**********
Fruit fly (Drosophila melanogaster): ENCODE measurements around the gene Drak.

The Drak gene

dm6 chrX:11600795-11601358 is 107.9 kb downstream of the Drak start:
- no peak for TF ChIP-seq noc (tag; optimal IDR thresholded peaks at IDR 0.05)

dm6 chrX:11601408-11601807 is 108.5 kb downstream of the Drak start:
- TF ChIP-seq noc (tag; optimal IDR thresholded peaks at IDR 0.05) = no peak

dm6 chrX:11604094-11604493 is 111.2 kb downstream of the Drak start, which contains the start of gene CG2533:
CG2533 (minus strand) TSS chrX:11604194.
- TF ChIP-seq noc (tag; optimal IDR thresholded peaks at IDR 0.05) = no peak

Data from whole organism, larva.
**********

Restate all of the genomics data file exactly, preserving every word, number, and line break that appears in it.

Fruit fly (Drosophila melanogaster): ENCODE measurements around the gene Drak.

The Drak gene

dm6 chrX:11600795-11601358 is 107.9 kb downstream of the Drak start:
- no peak for TF ChIP-seq noc (tag; optimal IDR thresholded peaks at IDR 0.05)

dm6 chrX:11601408-11601807 is 108.5 kb downstream of the Drak start:
- TF ChIP-seq noc (tag; optimal IDR thresholded peaks at IDR 0.05) = no peak

dm6 chrX:11604094-11604493 is 111.2 kb downstream of the Drak start, which contains the start of gene CG2533:
CG2533 (minus strand) TSS chrX:11604194.
- TF ChIP-seq noc (tag; optimal IDR thresholded peaks at IDR 0.05) = no peak

Data from whole organism, larva.